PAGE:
Labor Camps, Nazi

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Labor Camps, Nazi

Most people can conjure up a particular set of images when they think of labor camps under the Third Reich; usually, they picture emaciated prisoners in striped uniforms, performing heavy manual labor and subject to frequent beatings from sadistic SS guards. There is an essential truth to those images, in that they accurately reflect the experiences of many thousands of people. At the same time, however, the term labor camp can be deceptive. On the one hand, the Germans classified a great many places of detention as forced labor camps (Zwangsarbeitslager), but the term tells us little about conditions, which often differed radically from camp to camp. On the other hand, forced labor was a central part of life in most camps and ghettos, with or without the label. In fact, by the last years of the war, forced labor was ubiquitous in Germany, and some knowledge of the system is essential to an understanding of the Third Reich.

The National Socialists used forced labor from the very start of their rule, in the so-called wild camps that local authorities and party members established throughout the country in the first months of 1933. Later the Schutzstaffel (SS) gained control of such places and established a more rigidly controlled system of concentration camps (Konzentrationslager), which they modeled on their first camp at Dachau. Here, too, labor was at the center of the prisoners' existence. The Nazis saw work as having two complementary functions: as punishment and—for those whom the Nazis deemed suitable to exist in German society, either as citizens or so-called inferior foreign laborers—as a means of instilling proper discipline and socially acceptable behavior. Eventually, the SS would establish over twenty main concentration camps at places such as Buchenwald, Sachsenhausen, Flossenbürg, and Mauthausen. At Auschwitz, another such site, they eventually combined a work camp with an industrialized killing center. Moreover, especially in the last two years of the war, the main camps spawned nearly one thousand subcamps (Aussenlager or Nebenlager), each of which provided labor for some local work site. By this time the SS had in mind not just punishment and socialization, but also financial gain for the organization and cheap labor for its construction and resettlement programs, as well as a simultaneous benefit for Germany's war effort in many instances.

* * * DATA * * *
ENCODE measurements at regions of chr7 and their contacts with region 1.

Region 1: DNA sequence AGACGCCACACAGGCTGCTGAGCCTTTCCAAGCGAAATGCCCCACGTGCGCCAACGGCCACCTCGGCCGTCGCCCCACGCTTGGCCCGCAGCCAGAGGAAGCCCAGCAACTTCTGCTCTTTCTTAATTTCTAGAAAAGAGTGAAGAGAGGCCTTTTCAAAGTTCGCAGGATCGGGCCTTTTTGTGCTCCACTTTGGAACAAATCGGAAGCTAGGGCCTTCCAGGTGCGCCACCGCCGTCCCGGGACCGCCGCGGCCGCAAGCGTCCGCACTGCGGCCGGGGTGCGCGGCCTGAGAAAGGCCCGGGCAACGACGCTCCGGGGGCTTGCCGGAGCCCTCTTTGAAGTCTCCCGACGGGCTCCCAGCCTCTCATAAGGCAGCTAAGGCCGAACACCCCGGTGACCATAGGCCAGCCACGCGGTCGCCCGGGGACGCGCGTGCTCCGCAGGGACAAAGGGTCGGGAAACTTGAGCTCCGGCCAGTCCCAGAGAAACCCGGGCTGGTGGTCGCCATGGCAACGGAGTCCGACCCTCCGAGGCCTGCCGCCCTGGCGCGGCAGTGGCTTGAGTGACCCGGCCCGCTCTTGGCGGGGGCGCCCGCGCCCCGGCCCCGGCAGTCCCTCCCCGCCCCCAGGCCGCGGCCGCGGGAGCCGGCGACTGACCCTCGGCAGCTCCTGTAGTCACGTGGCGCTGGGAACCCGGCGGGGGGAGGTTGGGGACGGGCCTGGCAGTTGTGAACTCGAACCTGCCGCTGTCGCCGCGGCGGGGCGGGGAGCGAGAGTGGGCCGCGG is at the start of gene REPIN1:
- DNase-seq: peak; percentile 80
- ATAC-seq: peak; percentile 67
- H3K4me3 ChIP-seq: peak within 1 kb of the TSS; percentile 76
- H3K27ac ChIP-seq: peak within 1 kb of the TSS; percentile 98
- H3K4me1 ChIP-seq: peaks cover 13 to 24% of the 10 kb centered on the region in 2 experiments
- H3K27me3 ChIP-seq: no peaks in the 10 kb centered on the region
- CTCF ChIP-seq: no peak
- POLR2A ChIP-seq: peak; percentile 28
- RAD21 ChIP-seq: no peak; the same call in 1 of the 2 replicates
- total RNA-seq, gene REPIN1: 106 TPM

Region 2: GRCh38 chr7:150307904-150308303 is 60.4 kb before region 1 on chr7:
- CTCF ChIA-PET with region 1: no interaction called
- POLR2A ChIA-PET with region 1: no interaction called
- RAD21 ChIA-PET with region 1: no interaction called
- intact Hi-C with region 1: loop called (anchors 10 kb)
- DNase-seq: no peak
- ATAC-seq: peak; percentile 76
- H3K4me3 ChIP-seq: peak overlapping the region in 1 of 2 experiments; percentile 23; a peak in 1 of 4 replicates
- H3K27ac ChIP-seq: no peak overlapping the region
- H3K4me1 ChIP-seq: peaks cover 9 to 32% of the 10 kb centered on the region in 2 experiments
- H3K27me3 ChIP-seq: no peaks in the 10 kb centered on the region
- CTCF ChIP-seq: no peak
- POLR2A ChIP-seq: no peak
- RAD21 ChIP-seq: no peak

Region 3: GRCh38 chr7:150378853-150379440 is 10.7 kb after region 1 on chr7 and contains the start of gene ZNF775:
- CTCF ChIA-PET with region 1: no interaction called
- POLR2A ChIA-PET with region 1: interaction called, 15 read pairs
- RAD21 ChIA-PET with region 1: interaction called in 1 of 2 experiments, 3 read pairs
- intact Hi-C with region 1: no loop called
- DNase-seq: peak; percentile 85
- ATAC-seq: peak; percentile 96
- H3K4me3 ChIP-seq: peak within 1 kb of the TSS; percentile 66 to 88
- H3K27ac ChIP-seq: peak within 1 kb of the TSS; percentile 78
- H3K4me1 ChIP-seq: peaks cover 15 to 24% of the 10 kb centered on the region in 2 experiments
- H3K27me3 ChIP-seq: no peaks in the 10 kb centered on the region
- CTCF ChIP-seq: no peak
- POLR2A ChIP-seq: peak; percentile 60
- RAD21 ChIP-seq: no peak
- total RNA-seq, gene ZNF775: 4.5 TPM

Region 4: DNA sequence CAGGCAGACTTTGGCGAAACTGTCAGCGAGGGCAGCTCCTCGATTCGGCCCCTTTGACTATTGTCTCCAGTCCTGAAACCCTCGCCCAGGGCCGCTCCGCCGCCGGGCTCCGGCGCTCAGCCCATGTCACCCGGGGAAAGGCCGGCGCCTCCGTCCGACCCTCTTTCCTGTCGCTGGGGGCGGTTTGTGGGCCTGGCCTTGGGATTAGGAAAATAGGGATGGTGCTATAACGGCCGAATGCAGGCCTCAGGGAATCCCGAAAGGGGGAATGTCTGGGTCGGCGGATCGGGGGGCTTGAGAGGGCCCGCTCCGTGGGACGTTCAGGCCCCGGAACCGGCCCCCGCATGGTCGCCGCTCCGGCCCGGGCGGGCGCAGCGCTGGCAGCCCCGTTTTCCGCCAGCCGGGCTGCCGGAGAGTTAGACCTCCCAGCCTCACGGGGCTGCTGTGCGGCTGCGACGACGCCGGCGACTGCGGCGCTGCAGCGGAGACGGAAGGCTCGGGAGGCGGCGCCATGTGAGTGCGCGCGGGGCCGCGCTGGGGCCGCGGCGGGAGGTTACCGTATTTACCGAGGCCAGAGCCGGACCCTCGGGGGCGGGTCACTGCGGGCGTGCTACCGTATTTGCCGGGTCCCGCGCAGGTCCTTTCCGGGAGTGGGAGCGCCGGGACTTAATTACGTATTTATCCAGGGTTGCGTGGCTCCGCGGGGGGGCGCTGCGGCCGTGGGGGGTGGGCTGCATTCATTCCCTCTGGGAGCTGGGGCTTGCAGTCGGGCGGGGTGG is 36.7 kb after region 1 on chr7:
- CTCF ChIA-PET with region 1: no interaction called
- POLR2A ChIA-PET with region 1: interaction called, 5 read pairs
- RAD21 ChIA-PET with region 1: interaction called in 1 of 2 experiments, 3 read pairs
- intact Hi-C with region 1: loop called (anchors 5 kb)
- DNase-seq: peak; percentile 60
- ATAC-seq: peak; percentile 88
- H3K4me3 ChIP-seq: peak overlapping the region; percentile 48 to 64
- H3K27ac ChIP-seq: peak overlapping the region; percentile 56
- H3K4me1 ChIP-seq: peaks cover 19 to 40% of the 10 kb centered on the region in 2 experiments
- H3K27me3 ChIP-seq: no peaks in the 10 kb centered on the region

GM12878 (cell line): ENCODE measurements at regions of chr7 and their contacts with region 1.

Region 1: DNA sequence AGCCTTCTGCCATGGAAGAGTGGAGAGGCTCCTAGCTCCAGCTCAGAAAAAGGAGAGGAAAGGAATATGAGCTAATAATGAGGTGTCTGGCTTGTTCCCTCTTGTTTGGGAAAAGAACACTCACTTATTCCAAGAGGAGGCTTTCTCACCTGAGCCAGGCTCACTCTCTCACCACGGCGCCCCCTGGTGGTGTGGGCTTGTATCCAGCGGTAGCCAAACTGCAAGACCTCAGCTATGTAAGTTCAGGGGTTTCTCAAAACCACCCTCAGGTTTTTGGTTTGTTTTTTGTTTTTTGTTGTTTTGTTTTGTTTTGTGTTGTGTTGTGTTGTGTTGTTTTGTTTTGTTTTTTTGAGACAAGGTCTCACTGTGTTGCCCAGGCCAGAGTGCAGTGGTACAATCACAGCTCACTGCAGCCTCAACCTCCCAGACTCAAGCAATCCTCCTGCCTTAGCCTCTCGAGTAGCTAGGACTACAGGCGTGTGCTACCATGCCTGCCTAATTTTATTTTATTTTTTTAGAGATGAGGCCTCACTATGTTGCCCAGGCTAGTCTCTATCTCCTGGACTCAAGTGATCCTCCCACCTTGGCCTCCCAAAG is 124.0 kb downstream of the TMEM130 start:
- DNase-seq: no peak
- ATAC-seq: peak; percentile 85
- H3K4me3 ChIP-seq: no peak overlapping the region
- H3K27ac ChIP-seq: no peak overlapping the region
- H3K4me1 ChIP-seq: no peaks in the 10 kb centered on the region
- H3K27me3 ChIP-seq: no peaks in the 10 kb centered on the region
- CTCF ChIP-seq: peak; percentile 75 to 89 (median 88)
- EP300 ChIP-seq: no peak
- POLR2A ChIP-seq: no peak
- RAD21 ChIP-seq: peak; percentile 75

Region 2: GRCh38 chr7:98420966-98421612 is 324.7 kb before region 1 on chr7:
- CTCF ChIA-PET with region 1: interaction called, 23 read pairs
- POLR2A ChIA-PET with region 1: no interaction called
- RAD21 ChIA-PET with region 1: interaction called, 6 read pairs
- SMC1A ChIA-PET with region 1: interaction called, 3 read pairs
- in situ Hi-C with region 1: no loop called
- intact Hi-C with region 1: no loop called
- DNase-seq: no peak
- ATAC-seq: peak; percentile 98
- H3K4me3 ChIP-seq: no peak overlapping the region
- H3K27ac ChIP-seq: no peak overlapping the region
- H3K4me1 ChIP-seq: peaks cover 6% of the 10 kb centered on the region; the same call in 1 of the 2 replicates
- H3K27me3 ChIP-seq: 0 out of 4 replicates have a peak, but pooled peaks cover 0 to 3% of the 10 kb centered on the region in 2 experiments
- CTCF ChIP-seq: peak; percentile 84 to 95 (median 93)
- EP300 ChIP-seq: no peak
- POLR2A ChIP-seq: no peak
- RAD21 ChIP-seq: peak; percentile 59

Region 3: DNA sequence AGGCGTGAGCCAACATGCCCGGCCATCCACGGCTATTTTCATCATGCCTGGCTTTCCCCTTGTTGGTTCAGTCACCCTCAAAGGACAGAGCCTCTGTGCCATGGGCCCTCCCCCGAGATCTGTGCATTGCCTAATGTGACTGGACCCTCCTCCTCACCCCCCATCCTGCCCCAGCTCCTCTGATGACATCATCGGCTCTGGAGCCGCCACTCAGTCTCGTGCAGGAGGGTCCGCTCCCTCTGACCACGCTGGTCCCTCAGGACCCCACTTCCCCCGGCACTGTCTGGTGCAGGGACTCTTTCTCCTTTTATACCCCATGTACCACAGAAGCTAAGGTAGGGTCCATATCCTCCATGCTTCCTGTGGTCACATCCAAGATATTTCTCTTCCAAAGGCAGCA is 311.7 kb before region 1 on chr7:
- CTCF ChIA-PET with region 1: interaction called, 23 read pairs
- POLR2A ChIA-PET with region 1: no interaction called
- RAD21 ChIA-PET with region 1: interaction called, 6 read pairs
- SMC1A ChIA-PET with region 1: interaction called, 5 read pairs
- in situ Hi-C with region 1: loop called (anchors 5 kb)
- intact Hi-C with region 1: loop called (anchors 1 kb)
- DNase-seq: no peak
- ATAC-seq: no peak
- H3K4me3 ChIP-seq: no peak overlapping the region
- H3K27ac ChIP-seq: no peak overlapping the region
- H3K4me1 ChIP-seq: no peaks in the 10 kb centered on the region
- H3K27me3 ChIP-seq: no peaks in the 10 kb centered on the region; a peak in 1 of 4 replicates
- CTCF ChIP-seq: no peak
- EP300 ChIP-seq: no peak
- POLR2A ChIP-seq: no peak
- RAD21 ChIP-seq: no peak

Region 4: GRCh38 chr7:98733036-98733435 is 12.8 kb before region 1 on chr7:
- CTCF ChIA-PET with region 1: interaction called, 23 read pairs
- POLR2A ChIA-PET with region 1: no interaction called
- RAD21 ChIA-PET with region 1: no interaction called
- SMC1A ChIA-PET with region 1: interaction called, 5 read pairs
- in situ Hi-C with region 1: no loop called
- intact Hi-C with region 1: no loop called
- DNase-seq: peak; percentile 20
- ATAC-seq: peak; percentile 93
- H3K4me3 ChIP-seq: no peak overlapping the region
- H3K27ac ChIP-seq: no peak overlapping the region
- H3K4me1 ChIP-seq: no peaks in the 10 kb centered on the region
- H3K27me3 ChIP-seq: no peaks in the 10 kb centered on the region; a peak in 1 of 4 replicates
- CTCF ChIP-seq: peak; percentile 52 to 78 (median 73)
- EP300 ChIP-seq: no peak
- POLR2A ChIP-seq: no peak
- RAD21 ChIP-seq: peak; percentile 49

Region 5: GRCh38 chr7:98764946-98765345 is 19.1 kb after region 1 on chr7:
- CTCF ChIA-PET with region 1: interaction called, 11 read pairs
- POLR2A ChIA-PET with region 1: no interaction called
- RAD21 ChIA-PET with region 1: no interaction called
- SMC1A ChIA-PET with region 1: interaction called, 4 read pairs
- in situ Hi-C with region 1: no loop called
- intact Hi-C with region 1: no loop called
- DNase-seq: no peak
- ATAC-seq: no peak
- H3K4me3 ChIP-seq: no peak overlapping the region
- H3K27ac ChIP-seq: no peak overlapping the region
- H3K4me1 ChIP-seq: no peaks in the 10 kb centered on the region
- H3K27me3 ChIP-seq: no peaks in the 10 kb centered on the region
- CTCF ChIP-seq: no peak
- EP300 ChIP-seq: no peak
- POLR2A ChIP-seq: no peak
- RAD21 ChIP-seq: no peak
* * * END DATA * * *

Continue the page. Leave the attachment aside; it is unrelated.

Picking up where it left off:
Concentration camp prisoners were, however, usually the last choice when German labor managers sought workers. Some time before such purportedly criminal elements came into use, the Germans began importing foreign labor from territories they had occupied. In some cases, especially in western Europe and (before September 1939) in Poland, the initial drive was to recruit volunteers who would go to Germany and work under relatively normal conditions. But in other cases, especially in the east after the war began, racism and perceived military necessity eventually led the German authorities to simply round up civilians, ship them back to the homeland, and parcel them out to forced labor camps. No one has yet determined the number of such camps with any accuracy, but the best available estimate is that there were at least three thousand. They operated under the control of many different agencies, ranging from private firms and local labor boards to state work organizations such as the Deutsche Arbeitsfront, the Organisation Todt, and the General-bevollmächtigten für den Arbeitseinsatz.

Along with the prisoners in the concentration camps, their subcamps, and the forced labor camps, inmates in many other kinds of detention facilities also had to work. The German armed forces allowed prisoners of war to be used in war production, in violation of the Geneva Convention. The military also turned tens of thousands of Soviet prisoners over to the SS, which worked many of them to death. The SS ran its own forced labor facilities, outside its system of concentration camps, where it put Jews and other undesirables to work on specific projects, such as building major roads in the occupied east. The inhabitants of ghettos often found themselves called up for forced labor of one kind or another; in fact, the Germans eventually reclassified many ghettos as forced labor camps. Prisoners in civilian police detention camps, troubled German youths, and even ethnic Germans waiting for resettlement in conquered territory had to work. The numbers of all these facilities ran into the thousands. And finally, the SS even operated nearly two hundred so-called Arbeitserziehungslager, work education camps, where they sent both German and foreign laborers who had violated work rules in their regular jobs or forced labor assignments. A little hard work under SS supervision, it was thought, would teach them a lesson—and if the laborers failed in their eight-week stints there, they often went on to concentration camps.